The Denver Nuggets have reached an agreement in principle with the Philadelphia 76ers to acquire Allen Iverson, according to NBA front-office sources. The trade, pending league approval, some two weeks after Iverson demanded a trade in Philly, would send Andre Miller, Joe Smith and two 2007 first-round picks to the Sixers for Iverson and perhaps another minimum-salaried player or two. It was expected to be completed later Tuesday barring any snags.
The Sixers had been hoping to take back only expiring contracts in any Iverson deal, unless they were receiving a top-flight young player like Minnesota’s Randy Foye or Shaun Livingston of the Los Angeles Clippers. But with Philly and Denver struggling to find a third team to join in to make the deal more financially enticing for the Sixers, they decided to end an auction that began in earnest when Iverson’s demand to be traded was confirmed by Sixers chairman Ed Snider on Dec. 8.
This deal will bring Philly a former league assist leader in Miller, Smith’s expiring salary of nearly $7 million and those two first-round picks in June — projected to be in the 20s — to go with their own lottery pick. Miller is averaging 13 points and 9.1 assists per game — third-best in the NBA — while Smith, an 11-year veteran, has played little this season, averaging only 13.5 minutes and 5.1 points per game.
The Nuggets’ interest in Iverson dates to last February and has only increased since the Sixers made him available to the whole league earlier this month. Their chief motivation is pairing Iverson with Anthony in coach George Karl’s up-tempo attack, but acquiring Iverson now — just a day after Anthony and J.R. Smith were suspended for 15 and 10 games, respectively, for their roles in Saturday night’s fight with the New York Knicks — gives a much-needed jolt to Denver’s depleted roster.
You’re never going to get equal value for a superstar and the 76ers didn’t. The only consolation is the two 1st round picks, but that seems to matter less in the NBA than any other sport except baseball.
Carmelo Anthony heads the list of NBA players suspended after Saturday night’s melee at Madison Square Garden.
The Denver Nuggets were the bigger losers Monday after the NBA handed out penalties in the fight that broke out near the end of Saturday night’s game against the New York Knicks at Madison Square Garden. Denver’s Carmelo Anthony, the NBA’s leading scorer, was suspended 15 games for sucker-punching the Knicks’ Mardy Collins. Denver teammate J.R. Smith and New York’s Nate Robinson also received stiff penalties from the league — 10-game suspensions.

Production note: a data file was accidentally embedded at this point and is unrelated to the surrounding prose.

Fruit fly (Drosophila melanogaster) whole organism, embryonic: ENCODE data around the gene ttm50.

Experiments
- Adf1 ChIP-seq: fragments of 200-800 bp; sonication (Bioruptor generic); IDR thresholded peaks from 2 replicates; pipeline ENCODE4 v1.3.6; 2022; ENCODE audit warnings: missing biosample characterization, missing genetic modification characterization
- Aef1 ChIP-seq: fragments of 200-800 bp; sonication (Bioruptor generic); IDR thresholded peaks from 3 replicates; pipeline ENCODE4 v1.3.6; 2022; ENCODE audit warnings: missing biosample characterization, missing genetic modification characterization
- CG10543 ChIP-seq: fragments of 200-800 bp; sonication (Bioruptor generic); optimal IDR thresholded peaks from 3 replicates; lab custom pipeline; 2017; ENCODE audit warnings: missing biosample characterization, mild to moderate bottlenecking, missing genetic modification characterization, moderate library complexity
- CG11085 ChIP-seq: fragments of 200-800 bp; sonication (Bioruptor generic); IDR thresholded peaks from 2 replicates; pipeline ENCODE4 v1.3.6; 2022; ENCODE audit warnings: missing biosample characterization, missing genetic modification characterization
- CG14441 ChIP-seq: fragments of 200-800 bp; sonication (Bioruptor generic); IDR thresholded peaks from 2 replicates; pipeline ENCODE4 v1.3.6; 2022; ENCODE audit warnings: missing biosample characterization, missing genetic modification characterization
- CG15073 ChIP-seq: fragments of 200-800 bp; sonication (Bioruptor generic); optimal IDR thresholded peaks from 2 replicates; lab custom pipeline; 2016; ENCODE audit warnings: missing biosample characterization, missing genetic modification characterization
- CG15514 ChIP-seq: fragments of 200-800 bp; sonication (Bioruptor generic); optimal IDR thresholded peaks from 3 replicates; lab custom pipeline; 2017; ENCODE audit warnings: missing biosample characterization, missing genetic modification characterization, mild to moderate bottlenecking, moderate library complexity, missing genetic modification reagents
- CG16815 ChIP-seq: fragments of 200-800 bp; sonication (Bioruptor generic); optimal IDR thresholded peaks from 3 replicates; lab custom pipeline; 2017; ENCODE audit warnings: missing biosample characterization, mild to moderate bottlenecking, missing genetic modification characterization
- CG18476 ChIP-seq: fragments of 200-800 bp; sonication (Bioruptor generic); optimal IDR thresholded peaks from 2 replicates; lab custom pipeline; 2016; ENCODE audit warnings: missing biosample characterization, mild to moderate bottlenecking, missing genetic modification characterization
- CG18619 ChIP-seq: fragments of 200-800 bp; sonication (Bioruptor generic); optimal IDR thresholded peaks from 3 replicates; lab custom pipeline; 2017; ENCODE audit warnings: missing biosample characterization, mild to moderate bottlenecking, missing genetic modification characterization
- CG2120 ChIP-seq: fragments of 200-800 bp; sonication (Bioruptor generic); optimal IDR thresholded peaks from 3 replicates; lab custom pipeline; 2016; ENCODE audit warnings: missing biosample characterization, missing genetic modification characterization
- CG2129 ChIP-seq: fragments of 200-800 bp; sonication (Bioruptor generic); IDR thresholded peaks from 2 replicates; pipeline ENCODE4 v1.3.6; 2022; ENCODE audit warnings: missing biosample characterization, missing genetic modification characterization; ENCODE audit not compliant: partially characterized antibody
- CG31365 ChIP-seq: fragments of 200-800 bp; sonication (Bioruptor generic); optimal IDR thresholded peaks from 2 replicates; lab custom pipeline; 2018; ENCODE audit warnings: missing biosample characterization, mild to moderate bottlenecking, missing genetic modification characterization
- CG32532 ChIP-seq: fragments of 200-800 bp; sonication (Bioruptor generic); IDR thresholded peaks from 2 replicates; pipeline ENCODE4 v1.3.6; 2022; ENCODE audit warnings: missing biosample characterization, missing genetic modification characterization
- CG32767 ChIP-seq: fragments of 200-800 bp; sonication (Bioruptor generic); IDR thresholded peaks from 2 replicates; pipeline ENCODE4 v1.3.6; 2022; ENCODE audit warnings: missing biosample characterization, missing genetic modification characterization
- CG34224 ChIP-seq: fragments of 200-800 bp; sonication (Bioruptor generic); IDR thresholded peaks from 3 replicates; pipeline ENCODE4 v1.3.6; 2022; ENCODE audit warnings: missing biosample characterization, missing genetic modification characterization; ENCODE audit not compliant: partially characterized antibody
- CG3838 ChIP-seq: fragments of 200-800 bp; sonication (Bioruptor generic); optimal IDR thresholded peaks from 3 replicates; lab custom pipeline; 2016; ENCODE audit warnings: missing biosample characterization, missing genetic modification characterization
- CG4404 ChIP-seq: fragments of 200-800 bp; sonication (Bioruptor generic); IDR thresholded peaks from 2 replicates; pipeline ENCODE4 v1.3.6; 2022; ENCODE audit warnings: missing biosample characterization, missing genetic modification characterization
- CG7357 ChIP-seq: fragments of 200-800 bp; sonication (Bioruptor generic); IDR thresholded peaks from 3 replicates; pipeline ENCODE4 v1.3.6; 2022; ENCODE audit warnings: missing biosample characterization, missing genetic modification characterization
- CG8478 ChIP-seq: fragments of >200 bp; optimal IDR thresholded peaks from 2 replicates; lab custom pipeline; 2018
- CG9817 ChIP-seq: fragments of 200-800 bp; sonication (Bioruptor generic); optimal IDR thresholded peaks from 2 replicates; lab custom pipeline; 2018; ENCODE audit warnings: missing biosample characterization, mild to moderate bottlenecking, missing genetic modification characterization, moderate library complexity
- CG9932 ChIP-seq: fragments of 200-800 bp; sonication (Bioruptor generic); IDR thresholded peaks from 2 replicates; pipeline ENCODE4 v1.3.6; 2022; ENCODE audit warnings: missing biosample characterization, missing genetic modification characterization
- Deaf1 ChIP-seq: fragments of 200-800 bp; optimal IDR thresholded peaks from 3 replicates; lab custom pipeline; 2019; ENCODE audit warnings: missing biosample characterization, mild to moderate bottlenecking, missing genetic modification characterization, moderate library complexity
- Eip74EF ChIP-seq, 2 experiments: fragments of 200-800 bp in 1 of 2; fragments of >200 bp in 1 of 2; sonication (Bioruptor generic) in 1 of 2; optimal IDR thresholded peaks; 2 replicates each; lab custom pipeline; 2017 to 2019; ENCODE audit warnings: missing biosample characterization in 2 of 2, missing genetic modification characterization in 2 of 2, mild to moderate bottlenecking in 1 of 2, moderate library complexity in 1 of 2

“It is our obligation to take the strongest possible steps to avoid such failures in the future and to make a statement to all who follow the game of basketball that we understand our obligations and take them seriously,” NBA commissioner David Stern said in a statement.
But there was no separate penalty for Knicks coach Isiah Thomas, who had warned Anthony not to go into the lane before the mayhem started Saturday night. There was speculation Thomas would be penalized for his comments to Anthony. Stern acknowledged hearing about it, but said he relied only on “definitive information” when handing out punishments.
The NBA, still trying to repair its image after the brawl between Indiana Pacers players and Detroit Pistons fans two years ago, also fined the Nuggets and Knicks $500,000 apiece. Stern said the fines to the organizations are meant to show he is serious about cleaning up the game. “It’s a more general message that I’m going to start holding our teams accountable,” Stern said.
Collins, whose hard foul of Smith was the flashpoint for the fight, was suspended for six games. Knicks forward Jared Jeffries was suspended for four games, and New York’s Jerome James and Denver’s Nene were hit with one-game penalties for leaving their respective benches during an on-court altercation.
Thomas had a discussion with Anthony about 20 seconds before Collins delivered an arms-around-the-neck foul on Smith on a breakaway basket. Though Thomas acknowledged telling Anthony not to go into the paint, he said he meant it not as a threat but as a lecture on sportsmanship.
“I don’t regret fouling him as hard as I did, I just regret that the whole thing escalated the way it did,” Collins said Monday. “I was out there competing and I didn’t want the guy to get a layup and I was basically trying to stop him from going in the air. That’s why I fouled him that hard, so he wouldn’t get hurt.”
After the game, which Denver won 123-100, Thomas and Knicks players were angry that the Nuggets had four starters on the floor with 1:15 to play. And while Thomas wouldn’t say if Denver coach George Karl was trying to embarrass the Knicks, he again stressed that starters shouldn’t have been in the game. “I can’t speak for him, but he put his players in a tough position,” Thomas said. “I think he put his players in a very bad position.”
All 10 players on the floor were ejected after the brawl.
Frankly, while the $500,000 fines are substantial, the League has fired Mark Cuban more than that for things far less detrimental to the game’s image. And a six game suspension for a cheap shot that could have seriously injured another player is light, indeed.